When the weight of each autoantibody in the classification model was evaluated, we observed that those with the highest F-score were the most prevalent autoantibodies in CTDs and also those included in classification criteria. This was expected because of the characteristics of the classification model, but also due to the fact that the identification of patients to be included in the study relied on classification criteria including the very same autoantibodies. It is important to underline that, despite other antigens are very specific for certain CTDs (such as tRNA synthetases), their F-score is low in this model due to their very low prevalence in an unselected CTD population.
What is more interesting is the ability of the combined multiparametric assays to identify four distinct clusters of patients. CL1 mostly consists of SLE patients with very few patients with other diseases and HC. CL2 mostly includes SjS patients and a few patients with SLE, and with UCTD. CL4 only includes anti-Jo1 positive patients. Interestingly, CL3 is very heterogeneous. Not only it includes almost all HC and SSc but also a significant proportion of SLE, SjS, UCTD and IIM patients. By looking at the dendrogram, it is interesting to underline that even if a more fragmented clustering were applied, the majority of subjects would still be included in a single large heterogeneous cluster, resembling CL3. This observation suggests that CL3 actually represents a population with distinct serological features.
The inclusion of SSc patients in CL3 requires some additional comments. The vast majority of these subjects display a high titre positivity for anti-CENP (43/124) or anti-Scl70 (46/124). Only two had positive anti-RNA pol III. However, the prevalence of anti-CENP and anti-Scl70 in the overall cohort is quite low (7.3% and 9.8%, respectively). Their weight in the clustering model is therefore inevitably lower than that of more common autoantibodies, such as anti-dsDNA, anti-Ro and anti-La, despite being very specific for SSc diagnosis. In fact, when looking at the XGBoost classification model that was trained with the final diagnosis, anti-CENP and anti-Scl70 are at the first and sixth places in terms of F-score (figure 2) and SSc is the group that was classified with the highest accuracy (figure 1). Additionally, a small but significant proportion of these subjects also had concomitant positivity for anti-Ro52, anti-Ro60, anti-La and anti-U1-RNP autoantibodies, usually at low titre. These are the most likely reasons why the clustering model was not able to effectively distinguish the two main subgroups of SSc patients in this specific cohort, including them in the most heterogeneous cluster. Likely, if SSc patients had represented a larger portion of the cohort, an equivalent model would have been able to cluster most SSc patients independently.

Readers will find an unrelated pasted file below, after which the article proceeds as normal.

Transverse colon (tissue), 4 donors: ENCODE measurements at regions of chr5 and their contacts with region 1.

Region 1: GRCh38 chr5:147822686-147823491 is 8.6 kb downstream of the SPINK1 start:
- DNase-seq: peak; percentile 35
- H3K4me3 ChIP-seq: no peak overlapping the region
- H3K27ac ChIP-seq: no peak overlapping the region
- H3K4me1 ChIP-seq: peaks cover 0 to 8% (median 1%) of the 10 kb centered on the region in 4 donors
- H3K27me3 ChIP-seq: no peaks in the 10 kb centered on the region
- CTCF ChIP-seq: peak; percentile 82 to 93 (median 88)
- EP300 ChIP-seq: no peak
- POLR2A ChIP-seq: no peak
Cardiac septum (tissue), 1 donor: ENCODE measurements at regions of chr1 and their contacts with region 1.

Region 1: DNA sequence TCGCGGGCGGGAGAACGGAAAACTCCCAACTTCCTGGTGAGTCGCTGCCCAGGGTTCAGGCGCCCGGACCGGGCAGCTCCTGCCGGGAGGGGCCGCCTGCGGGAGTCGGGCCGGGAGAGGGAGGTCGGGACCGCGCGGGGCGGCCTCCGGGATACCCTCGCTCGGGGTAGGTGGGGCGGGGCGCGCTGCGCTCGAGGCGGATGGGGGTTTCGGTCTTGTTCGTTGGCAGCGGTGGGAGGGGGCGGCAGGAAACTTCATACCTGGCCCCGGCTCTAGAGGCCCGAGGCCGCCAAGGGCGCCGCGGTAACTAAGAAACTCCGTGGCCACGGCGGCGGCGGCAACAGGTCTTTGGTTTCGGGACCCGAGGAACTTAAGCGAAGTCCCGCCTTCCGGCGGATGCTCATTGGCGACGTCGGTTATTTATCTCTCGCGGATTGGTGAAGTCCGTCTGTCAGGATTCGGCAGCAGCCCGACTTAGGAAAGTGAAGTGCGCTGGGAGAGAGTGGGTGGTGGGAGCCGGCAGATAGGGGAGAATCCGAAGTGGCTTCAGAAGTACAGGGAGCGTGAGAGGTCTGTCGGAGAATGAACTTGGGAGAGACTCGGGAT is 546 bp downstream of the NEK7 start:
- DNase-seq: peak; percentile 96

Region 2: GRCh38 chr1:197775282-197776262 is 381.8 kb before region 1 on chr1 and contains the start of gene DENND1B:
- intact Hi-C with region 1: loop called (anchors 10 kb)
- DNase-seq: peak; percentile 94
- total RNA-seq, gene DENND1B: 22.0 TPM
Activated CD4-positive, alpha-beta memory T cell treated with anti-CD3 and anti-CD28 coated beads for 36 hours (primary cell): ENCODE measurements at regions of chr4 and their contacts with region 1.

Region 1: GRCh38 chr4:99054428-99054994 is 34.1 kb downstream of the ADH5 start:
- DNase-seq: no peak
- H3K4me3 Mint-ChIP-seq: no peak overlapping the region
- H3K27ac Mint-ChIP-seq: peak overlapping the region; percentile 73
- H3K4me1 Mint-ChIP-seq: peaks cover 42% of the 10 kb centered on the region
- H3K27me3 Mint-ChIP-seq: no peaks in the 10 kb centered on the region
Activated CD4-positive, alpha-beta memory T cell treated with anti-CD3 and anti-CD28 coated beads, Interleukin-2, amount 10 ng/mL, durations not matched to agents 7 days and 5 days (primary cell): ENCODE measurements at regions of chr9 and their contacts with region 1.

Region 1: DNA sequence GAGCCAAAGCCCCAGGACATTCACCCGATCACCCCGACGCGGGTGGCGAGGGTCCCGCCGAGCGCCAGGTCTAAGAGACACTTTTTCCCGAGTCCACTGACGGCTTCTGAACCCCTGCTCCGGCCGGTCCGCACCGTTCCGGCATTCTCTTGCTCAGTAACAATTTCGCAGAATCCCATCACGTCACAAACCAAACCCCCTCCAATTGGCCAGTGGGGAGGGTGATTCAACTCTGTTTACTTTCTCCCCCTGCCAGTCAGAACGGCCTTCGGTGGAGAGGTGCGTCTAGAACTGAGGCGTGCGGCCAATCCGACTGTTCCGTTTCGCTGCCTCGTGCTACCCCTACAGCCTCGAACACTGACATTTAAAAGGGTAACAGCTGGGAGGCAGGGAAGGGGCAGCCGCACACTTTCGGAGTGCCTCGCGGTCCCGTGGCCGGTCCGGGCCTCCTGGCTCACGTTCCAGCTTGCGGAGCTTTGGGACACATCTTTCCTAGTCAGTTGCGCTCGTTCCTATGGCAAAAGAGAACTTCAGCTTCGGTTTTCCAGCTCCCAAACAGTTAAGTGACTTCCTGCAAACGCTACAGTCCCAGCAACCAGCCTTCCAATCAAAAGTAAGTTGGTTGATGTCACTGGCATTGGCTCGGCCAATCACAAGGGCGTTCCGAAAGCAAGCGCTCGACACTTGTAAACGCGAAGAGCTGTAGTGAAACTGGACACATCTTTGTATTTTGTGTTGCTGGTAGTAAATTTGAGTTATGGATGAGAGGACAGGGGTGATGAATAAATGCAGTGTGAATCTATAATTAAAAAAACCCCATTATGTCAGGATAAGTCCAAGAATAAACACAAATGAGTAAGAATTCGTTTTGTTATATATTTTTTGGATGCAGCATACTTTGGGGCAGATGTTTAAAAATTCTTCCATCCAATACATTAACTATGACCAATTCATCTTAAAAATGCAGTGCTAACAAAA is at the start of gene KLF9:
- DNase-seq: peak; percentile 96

Apart from SSc patients, the subjects in CL3, overall, display very low median titres of all autoantibodies tested. This is due to the fact that they are seronegative (such as most HC), have low-titre autoantibodies, or have low to very-low prevalence autoantibodies, with a limited impact on the clusterisation model. As previously mentioned, this aspect is a consequence of the composition of this specific cohort which, however, is representative of a real-world population.
By observing the effect of the model on the various subpopulations, the clusterisation identifies a younger SLE cluster (CL1), characterised by a typical serological profile (positive anti-dsDNA, anti-Sm and anti-Ribosomal P), with signs of active disease (malar rash, haemolytic anaemia, leucopenia and low complement levels). Differently, patients in CL2 have a higher prevalence of high-titre anti-Ro60/52 and anti-La antibodies, along with low-titre anti-dsDNA antibodies. Finally, SLE patients in CL3 are mostly seronegative, or with low-titre autoantibodies. Consequently, SLE patients in CL2 and CL3 have a significantly lower prevalence of the typical disease features present in CL1 patients.24 25
Similarly, when SjS subpopulation is observed, patients included in CL2 have the typical serological and clinical features of the disease (high-titre anti-Ro60/52, anti-La, a higher prevalence of glandular swelling, arthritis, purpura, leucopenia, hypergammaglobulinaemia, low complement and cryoglobulinaemia). On the contrary, patients clustered in CL3 are mostly seronegative and display the typical ‘mild’ SjS phenotype with fewer systemic manifestations and older age.26–29
Due to its wide heterogeneity, very few differences can be detected in the UCTD sub-population, overall overlapping those of SLE and SjS.
As far as IIM is concerned, because anti-Jo1 anti-synthetase syndrome patients are all clustered in CL4, they show higher prevalence of typical features, such as fever, arthritis, Raynaud’s phenomenon and a lower prevalence of skin features typical of dermatomyositis. Additionally, the more frequent use of methotrexate and mycophenolate mofetil is likely indirect evidence of the extra-muscular involvement in antisynthetase syndrome.30
The results of the clustering analysis seem to suggest that the serological status of CTD patients is able to identify clusters of disease that more closely reflect a real-life clinical approach, rather than a classification criteria-based identification of patients. Independently of the formal definition of patients as having a specific CTD, it seems reasonable to say that CL1 depicts a typical SLE phenotype, CL2 a typical SjS phenotype, while CL3 is more heterogeneous, showing milder disease features and likely including patients that often do not require any immunosuppressive treatment.